Plus, they just love it– even in the winter. Actually they love the snow. They are very conditioned to our weather. We put maple syrup on the snow and they eat it like kids do. They love icicles and snowmen. And it’s pretty funny to see them smashing snowmen down.

Q: Could you share some of your most memorable moments?

A: Wow. I’ve had a memorable moment with everybody who’s here. There’s always that crucial moment when you know you’ll never be the same again. Take Tom, who climbed the tree in the end of the show. I’ve fallen in love with Tommy again. He never paid attention to me before. He loves chimps. He loves males. All of Tom’s life here, he had male caretakers. Pat was his main person. But Pat doesn’t work here anymore so Tommy has had to get used to me. And at 40 years old, he’s not a young guy. You’d think after 9 years, there wouldn’t be anything that changes the relationship. But it does. With Tommy, I could almost always cry, laugh and be incredibly depressed or really happy. They’re pretty powerful in that respect.

Q: Any plans for more chimps?

A: No. Fifteen is nothing but, at the time, it was a lot. Now my purpose and goal is to help people understand what the lives of these chimps are like. We have a whole family and staff- we have a lot of really close family that come in. A lot of people that (the chimps) can go to for help. Some chimps are attached to me or my sister. All (of the chimps) have people they really love a lot… it’s a good idea (for them) to have some sort of relationship, especially intimate ones.

Q: The film focuses mainly on chimps used in biomedical research, but what about chimps used as pets or entertainment?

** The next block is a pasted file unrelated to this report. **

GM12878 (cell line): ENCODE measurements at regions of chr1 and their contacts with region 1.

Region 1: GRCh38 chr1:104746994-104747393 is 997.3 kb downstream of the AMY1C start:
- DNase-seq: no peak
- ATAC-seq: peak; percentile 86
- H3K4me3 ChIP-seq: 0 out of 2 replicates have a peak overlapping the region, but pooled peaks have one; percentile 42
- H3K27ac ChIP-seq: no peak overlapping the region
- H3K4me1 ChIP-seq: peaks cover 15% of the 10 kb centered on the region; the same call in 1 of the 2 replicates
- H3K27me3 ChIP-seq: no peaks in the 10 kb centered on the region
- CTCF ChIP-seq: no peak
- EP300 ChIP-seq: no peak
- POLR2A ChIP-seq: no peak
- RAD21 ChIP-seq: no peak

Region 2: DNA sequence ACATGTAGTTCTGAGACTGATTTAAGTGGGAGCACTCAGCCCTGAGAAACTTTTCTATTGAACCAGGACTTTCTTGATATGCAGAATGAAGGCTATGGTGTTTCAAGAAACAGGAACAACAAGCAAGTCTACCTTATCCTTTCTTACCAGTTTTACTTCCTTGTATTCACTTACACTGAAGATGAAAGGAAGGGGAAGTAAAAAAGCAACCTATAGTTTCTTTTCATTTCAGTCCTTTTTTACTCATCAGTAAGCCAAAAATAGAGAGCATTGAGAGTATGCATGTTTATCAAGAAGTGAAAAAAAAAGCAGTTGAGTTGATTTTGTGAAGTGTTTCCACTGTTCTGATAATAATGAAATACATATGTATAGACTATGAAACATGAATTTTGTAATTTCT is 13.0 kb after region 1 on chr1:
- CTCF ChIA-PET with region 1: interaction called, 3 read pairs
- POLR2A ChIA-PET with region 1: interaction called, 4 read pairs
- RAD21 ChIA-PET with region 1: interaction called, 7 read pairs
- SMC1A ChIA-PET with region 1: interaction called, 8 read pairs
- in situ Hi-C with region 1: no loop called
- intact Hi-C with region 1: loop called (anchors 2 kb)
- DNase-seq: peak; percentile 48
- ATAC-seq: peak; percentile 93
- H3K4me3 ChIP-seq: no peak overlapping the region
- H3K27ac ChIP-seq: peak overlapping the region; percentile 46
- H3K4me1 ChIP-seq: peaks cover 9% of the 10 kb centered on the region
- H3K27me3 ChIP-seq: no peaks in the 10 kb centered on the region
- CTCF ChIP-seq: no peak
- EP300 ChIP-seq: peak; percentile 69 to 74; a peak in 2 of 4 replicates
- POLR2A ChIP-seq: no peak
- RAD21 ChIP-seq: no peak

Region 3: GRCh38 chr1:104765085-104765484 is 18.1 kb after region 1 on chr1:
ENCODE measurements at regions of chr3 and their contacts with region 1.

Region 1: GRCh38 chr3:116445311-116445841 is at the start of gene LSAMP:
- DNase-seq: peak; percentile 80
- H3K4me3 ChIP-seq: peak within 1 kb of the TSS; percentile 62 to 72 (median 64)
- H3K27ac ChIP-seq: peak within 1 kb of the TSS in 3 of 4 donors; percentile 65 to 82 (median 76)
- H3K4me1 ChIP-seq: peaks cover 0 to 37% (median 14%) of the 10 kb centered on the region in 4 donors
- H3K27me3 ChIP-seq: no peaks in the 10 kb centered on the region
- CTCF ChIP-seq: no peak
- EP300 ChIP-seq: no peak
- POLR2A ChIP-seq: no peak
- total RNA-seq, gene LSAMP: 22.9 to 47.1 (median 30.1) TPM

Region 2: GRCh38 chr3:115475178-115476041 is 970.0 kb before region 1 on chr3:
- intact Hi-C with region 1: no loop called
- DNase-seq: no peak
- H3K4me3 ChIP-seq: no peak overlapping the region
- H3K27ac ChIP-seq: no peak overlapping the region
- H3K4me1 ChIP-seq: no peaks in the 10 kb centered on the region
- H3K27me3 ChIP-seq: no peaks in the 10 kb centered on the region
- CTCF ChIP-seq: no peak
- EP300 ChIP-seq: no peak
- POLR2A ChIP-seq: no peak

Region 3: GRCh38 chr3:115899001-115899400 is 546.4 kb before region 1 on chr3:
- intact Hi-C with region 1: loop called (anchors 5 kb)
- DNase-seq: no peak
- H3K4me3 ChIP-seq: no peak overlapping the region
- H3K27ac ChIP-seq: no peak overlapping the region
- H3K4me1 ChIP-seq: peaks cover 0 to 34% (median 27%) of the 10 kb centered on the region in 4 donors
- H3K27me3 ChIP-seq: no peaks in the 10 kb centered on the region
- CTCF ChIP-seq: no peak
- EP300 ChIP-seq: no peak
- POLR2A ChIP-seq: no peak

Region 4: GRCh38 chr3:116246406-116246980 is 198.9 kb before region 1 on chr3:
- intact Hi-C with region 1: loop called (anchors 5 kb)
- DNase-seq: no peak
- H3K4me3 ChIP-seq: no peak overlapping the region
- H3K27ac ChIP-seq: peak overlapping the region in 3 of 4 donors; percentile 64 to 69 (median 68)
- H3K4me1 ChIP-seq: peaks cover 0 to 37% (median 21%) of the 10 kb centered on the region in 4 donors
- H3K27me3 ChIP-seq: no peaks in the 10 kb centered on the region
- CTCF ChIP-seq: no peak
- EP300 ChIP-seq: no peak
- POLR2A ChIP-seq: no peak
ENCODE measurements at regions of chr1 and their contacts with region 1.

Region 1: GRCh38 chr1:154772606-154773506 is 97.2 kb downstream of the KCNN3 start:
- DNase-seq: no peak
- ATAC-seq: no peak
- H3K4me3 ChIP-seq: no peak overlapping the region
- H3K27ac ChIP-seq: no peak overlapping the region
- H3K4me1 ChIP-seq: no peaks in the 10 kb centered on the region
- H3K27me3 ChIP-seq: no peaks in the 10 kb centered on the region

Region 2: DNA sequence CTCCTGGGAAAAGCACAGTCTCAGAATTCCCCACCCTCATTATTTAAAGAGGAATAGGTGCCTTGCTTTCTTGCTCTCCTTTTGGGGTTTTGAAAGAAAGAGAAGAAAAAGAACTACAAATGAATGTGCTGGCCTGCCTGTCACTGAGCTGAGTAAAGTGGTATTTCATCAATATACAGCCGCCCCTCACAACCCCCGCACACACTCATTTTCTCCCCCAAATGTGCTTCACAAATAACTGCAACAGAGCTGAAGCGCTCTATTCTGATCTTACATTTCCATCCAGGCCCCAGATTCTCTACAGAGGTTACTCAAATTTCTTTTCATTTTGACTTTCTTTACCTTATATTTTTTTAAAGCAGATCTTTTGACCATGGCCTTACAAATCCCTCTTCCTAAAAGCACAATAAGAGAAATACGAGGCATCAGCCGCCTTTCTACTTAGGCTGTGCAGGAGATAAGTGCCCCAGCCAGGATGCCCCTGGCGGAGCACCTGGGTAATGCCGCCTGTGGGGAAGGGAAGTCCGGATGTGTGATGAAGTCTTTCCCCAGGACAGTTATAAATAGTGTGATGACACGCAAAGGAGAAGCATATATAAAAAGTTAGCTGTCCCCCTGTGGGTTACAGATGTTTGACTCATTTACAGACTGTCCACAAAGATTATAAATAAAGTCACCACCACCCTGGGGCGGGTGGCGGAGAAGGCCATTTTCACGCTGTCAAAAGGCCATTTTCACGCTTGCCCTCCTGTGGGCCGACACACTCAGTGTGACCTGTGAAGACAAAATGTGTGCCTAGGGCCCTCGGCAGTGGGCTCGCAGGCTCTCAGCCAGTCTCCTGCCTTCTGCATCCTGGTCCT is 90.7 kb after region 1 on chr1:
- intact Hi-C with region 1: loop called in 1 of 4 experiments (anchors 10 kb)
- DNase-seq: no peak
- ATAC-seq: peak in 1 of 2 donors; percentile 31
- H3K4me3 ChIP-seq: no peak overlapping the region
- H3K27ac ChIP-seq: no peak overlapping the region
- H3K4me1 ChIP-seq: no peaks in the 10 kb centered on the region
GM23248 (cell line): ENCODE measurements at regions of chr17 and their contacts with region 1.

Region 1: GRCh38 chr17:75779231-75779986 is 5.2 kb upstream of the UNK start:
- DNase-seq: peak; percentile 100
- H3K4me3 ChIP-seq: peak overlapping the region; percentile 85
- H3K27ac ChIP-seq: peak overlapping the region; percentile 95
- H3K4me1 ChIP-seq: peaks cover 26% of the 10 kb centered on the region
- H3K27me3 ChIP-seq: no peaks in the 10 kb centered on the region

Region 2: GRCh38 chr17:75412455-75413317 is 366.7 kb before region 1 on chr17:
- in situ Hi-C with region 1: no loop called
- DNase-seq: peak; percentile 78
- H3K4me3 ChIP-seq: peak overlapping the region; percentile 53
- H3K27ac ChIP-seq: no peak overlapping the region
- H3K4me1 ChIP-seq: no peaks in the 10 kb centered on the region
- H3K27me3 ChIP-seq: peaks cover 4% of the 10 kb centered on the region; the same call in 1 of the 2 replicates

A: Gosh, there are just so many reasons but the minute you take a chimp away from its mom, you’ve affected its personality. Anytime you take a chimp to be raised for entertainment or used as pets, you’ve changed its chances of being a chimp. At 7 years old, these animals are expensive, strong and dangerous. And that’s usually when the owner realizes they can’t handle them-and sells them for research. So the chimp’s life is over but they’re going to live another 30 years.

Some would say entertainment is worse than research. Mainly because what people don’t see is that “training chimps” for entertainment usually means beating them or yelling at them. The physical abuse of research is not even as bad as entertainment. They’re punching 20-30 pound babies in the head and the back. Yelling at them. Keeping them in fear. They pull all of their teeth out so they don’t bite. And there’s no reason for it. It’s totally unnecessary. Also, we’re probably not going to convince people too quickly to stop research but entertainment is a waste of life.

Q: Do you have a message for viewers moved by the film?

A: I’d like people to know that anybody can do something. Rescue a dog or a cat, learn about wetlands. I hope people get inspired to do something they care about. And it can be challenging and depressing but just physically being with the chimps is motivating. And you have to be happy. You can’t be depressed. Because they pick up on that and your mood can affect their mood. If you see someone in a cage that you rescued, you care for them with love. You see them go into a nice clean room, open a packet of toys, get their favorite food, that’s what you do it for. It’s the little rewards.